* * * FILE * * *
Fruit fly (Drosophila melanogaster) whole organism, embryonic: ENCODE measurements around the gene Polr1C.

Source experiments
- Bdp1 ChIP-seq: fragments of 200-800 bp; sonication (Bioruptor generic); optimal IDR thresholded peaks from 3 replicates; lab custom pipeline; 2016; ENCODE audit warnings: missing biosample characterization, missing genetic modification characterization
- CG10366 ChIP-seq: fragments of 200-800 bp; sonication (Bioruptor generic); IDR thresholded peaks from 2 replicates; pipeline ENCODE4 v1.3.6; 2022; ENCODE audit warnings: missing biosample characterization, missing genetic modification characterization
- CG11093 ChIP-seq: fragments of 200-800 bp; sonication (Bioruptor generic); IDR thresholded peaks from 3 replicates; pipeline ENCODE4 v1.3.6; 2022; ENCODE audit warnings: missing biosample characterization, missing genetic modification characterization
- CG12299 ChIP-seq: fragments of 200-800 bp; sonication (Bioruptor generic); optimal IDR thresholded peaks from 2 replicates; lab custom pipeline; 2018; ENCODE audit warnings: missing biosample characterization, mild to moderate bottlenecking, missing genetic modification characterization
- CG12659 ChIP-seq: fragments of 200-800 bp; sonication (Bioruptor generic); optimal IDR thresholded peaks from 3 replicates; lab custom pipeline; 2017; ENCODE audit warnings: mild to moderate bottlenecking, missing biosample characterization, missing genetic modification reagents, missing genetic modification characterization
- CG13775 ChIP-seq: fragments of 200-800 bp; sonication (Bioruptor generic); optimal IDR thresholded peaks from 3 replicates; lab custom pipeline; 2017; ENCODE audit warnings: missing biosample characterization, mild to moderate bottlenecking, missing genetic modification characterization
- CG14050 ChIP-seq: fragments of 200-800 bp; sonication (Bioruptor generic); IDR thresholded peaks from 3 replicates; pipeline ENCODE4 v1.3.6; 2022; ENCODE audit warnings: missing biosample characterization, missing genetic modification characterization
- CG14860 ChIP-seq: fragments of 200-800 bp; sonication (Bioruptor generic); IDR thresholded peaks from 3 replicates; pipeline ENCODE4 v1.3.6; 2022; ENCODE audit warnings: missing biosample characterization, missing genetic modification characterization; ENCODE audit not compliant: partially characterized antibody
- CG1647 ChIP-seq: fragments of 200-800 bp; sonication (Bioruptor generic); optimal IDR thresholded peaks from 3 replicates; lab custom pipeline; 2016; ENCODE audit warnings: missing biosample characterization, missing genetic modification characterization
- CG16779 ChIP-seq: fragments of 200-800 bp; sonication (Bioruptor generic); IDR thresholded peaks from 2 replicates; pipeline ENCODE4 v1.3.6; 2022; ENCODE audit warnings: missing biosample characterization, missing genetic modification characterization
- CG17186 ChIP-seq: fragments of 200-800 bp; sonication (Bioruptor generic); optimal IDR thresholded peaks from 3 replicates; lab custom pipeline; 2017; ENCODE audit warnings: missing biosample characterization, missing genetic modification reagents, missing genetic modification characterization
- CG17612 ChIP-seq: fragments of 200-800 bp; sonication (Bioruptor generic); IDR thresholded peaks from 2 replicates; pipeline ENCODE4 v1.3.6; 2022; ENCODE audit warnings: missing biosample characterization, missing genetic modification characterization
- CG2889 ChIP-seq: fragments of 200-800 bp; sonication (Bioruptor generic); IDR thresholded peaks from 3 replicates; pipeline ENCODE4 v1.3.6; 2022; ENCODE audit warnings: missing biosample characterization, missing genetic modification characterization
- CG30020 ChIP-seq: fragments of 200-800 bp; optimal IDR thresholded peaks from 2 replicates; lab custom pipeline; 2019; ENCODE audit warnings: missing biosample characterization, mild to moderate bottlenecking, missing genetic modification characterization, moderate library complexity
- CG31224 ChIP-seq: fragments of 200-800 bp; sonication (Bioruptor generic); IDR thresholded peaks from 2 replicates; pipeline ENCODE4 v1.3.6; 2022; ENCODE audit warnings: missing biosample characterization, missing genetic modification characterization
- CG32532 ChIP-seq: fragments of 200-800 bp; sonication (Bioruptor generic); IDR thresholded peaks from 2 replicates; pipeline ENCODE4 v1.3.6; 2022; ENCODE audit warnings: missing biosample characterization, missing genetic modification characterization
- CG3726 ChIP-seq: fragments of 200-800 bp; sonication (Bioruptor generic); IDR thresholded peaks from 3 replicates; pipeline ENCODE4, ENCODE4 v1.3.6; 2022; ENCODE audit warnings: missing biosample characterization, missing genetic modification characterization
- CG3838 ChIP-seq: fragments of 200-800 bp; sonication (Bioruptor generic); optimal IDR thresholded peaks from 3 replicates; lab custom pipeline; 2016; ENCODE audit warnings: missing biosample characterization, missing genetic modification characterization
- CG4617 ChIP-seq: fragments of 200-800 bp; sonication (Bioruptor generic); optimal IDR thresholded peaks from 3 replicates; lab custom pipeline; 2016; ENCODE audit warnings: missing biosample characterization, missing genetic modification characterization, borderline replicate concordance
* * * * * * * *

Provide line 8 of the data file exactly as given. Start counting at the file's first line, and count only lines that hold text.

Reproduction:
- CG13775 ChIP-seq: fragments of 200-800 bp; sonication (Bioruptor generic); optimal IDR thresholded peaks from 3 replicates; lab custom pipeline; 2017; ENCODE audit warnings: missing biosample characterization, mild to moderate bottlenecking, missing genetic modification characterization